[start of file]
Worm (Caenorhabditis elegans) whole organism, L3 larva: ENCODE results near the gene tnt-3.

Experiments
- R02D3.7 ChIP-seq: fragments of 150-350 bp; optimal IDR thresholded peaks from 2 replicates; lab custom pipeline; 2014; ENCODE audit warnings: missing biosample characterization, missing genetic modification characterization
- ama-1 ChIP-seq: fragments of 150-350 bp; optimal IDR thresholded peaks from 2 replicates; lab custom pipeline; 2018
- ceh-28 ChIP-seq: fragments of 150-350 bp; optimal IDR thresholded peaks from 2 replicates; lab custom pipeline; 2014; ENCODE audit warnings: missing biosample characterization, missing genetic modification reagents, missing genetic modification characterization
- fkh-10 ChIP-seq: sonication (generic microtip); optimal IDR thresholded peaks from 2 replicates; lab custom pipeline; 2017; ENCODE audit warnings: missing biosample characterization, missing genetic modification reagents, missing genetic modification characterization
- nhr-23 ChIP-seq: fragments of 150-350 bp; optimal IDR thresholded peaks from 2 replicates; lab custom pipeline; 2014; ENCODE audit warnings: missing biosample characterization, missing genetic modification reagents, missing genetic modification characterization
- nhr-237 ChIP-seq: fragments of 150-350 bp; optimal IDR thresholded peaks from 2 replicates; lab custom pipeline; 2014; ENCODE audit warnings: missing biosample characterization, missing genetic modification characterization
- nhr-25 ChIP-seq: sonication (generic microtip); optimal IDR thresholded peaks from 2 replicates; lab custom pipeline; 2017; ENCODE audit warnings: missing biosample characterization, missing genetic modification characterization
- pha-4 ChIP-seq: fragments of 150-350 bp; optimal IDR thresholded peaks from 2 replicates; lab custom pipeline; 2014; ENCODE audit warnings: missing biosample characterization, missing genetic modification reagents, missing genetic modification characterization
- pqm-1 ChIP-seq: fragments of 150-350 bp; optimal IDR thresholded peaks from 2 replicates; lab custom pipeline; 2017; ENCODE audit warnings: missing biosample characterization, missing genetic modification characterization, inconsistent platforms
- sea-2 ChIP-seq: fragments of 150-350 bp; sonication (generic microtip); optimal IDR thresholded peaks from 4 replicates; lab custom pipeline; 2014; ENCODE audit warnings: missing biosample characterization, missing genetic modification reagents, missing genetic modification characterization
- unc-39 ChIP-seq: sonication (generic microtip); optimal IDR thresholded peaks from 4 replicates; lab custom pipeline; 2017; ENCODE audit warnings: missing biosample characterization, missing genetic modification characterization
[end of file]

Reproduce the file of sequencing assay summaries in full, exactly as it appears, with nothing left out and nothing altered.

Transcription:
Worm (Caenorhabditis elegans) whole organism, L3 larva: ENCODE results near the gene tnt-3.

Experiments
- R02D3.7 ChIP-seq: fragments of 150-350 bp; optimal IDR thresholded peaks from 2 replicates; lab custom pipeline; 2014; ENCODE audit warnings: missing biosample characterization, missing genetic modification characterization
- ama-1 ChIP-seq: fragments of 150-350 bp; optimal IDR thresholded peaks from 2 replicates; lab custom pipeline; 2018
- ceh-28 ChIP-seq: fragments of 150-350 bp; optimal IDR thresholded peaks from 2 replicates; lab custom pipeline; 2014; ENCODE audit warnings: missing biosample characterization, missing genetic modification reagents, missing genetic modification characterization
- fkh-10 ChIP-seq: sonication (generic microtip); optimal IDR thresholded peaks from 2 replicates; lab custom pipeline; 2017; ENCODE audit warnings: missing biosample characterization, missing genetic modification reagents, missing genetic modification characterization
- nhr-23 ChIP-seq: fragments of 150-350 bp; optimal IDR thresholded peaks from 2 replicates; lab custom pipeline; 2014; ENCODE audit warnings: missing biosample characterization, missing genetic modification reagents, missing genetic modification characterization
- nhr-237 ChIP-seq: fragments of 150-350 bp; optimal IDR thresholded peaks from 2 replicates; lab custom pipeline; 2014; ENCODE audit warnings: missing biosample characterization, missing genetic modification characterization
- nhr-25 ChIP-seq: sonication (generic microtip); optimal IDR thresholded peaks from 2 replicates; lab custom pipeline; 2017; ENCODE audit warnings: missing biosample characterization, missing genetic modification characterization
- pha-4 ChIP-seq: fragments of 150-350 bp; optimal IDR thresholded peaks from 2 replicates; lab custom pipeline; 2014; ENCODE audit warnings: missing biosample characterization, missing genetic modification reagents, missing genetic modification characterization
- pqm-1 ChIP-seq: fragments of 150-350 bp; optimal IDR thresholded peaks from 2 replicates; lab custom pipeline; 2017; ENCODE audit warnings: missing biosample characterization, missing genetic modification characterization, inconsistent platforms
- sea-2 ChIP-seq: fragments of 150-350 bp; sonication (generic microtip); optimal IDR thresholded peaks from 4 replicates; lab custom pipeline; 2014; ENCODE audit warnings: missing biosample characterization, missing genetic modification reagents, missing genetic modification characterization
- unc-39 ChIP-seq: sonication (generic microtip); optimal IDR thresholded peaks from 4 replicates; lab custom pipeline; 2017; ENCODE audit warnings: missing biosample characterization, missing genetic modification characterization